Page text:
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Tales from the Gas Station by Jack Townsend

At the edge of town, there's a gas station open 24 hours a day, 7 days a week... 

Tales from the Gas Station is a blog about the run-down gas station at the edge of a small town, and the unnatural, supernatural, and downright weird things that happen there.

Note: Tales from the Gas Station contains some graphic violence and harsh language.

An ongoing blogfic, with new posts sporadically

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Listed: May 1, 2019


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Or, “Why Small Towns Have All the Fun”

By ElliottThomasStaude, author of Mourners, Abednego, Persistence

May 25, 2019: The gas station at which certain tales take place is a vista with a very promising future for its journalistically-inclined chronicler. The enigmatic Jack Townshend has a commendable level of quality in giving life to thought, an obvious passion both for a quasi-epistolary ripped-from-the-diary style of storytelling and the campfire story, and an unusually good balance between those odd siblings horror and humor. Very few criticisms apply to his compendium of accounts; a scant handful of slips of the printed tongue here and there in the form of misplaced punctuation, one observed instance of “your” rather than “you’re” (hiss) – highly infrequent problems of this nature. The biggest circumstantial frustration for many – and the necessity for this isn’t totally unreasonable – will probably come in the form of the writer’s inclination to take the concept of “closure” and frequently kick it off the side of a cliff. Well, that and the fact that the layout of the gas station’s tales isn’t quite as intuitive as one might like, but trouble in navigating something is by definition liminal.

Now, what kind of zoo is this collection of tales? To put a single kids-these-days-appropriate name to the entity: creepypasta. However, it’s less of what that typically entails, and more of a Stephen King thing with Groucho Marx glasses. There’s a gas station by the edge of the woods in an undisclosed place in the continental U.S., and tale-worthy oddities permeate it like the town to which it technically geographically belongs is permeated by bumpkins of all sorts. The gas station’s primary personality, none other than Jack, is an insomniac who’s seen it ALL, and has all the self-defense capacity of a patch of rhubarb in the crosshairs of a herd of deer. He’s the sort whose main goals in life are three. One: forgetting about the forget-worthy stuff that happens around him, and which ALWAYS happens to slip from the memory and notice of everyone else in his vicinity. Two: taking care of the station for which he is clerk, steward, shepherd, and occasional exorcist type. Three: documenting the nonsense that happens around him, from drugs that cause spiders to plants that grow human hands, from big mutated raccoons to people who uniformly refuse to stay dead, from pagan deities seeking influence to uninvited bathroom guests. He’s not a hero, and he’s okay with that, and you want him to keep going just so he can help the next clueless Johnny walking in the door deal with their haunted mustache or something.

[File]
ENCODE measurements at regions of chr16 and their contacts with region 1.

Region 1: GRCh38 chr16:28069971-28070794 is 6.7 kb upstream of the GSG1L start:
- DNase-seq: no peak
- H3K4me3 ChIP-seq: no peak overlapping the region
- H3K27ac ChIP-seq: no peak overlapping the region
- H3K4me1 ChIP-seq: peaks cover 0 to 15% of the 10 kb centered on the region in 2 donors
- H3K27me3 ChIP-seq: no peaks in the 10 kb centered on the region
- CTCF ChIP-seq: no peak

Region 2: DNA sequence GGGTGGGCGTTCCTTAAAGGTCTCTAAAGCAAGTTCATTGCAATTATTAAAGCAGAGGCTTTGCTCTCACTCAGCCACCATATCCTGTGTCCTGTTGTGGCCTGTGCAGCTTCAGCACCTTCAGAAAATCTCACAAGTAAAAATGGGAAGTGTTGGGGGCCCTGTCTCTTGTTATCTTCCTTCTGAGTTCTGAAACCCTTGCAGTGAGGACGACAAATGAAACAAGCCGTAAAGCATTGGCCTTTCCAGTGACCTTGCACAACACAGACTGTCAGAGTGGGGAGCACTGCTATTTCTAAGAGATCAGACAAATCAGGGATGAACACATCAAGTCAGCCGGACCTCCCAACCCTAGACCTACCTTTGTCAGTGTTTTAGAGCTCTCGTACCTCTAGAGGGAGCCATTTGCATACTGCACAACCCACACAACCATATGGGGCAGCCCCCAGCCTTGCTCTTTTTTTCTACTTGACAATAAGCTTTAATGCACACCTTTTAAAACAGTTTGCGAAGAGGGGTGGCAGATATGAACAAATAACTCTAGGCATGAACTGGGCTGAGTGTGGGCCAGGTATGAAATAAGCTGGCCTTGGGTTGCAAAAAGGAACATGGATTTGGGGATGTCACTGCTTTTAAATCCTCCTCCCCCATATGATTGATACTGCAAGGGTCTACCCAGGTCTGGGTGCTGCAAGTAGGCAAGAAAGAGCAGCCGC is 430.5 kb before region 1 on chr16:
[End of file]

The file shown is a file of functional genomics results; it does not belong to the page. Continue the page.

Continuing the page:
Presentation-wise, the experience is messy, in that you’re running along the inside track of the mind of a flawed narrator – and that’s great! A few other personalities pick up the thread at times, but your general feeling from the whole is a suffusion of raised eyebrow garnished with lots of chronic weirdness, a surprisingly frequent and genuine inclination toward laughter, a bunch of times where the raised eyebrow becomes a rolled eye toward “trying too hard” with the paranormal, and a handful of occasions that legitimately and lastingly raise the hairs along the spine. Even so, there’s an artful and occasionally savage elegance to the turns of phrase that breathe life into these altercations. Maybe not written by someone who loves English like a paramour, but at least a person with whom English went out on a dozen dinner dates and that still occasionally receives flowers. So far, after several major arcs, the storytelling manages to remain enjoyable even when unpleasant or slightly off-putting. The real humdinger of Jack’s polished work, on the other hand, is the frequency with which answers are deliberately withheld. Of course, there are as many people who like that sort of coy or oblique style in writing, and to its credit there’s not an instant that this seems to be born of malice or suckering in of the audience (with one glaring possible, exception involving an investigator in the back of a van very specifically NOT being told anything of substance). It’s more that the author obviously grasps the idea that people find things more unsettling when they’re caught from the corner of the eye rather than walking up wearing a spinning bow tie and a neon top hat. Furthermore, for such a small town and a small gas station, it’s obvious that standing around and just giving the audience all pertinent information would take quite a while, and what answers one does eventually receive are thematic puzzle pieces carved to fit a much greater cohesive whole.

In short: if you like feeling something spoopy from a midnight recounting of a well-told yarn, laughter at the most outlandish of times at a slightly twisted sense of humor, and can tolerate the deferral of some mysteries’ resolutions indefinitely, it’s more than worth your while to visit a certain establishment. Just don’t forget change if you need to use the phone, don’t forget to say hello to the hardworking people behind the counter, and don’t go into the woods.

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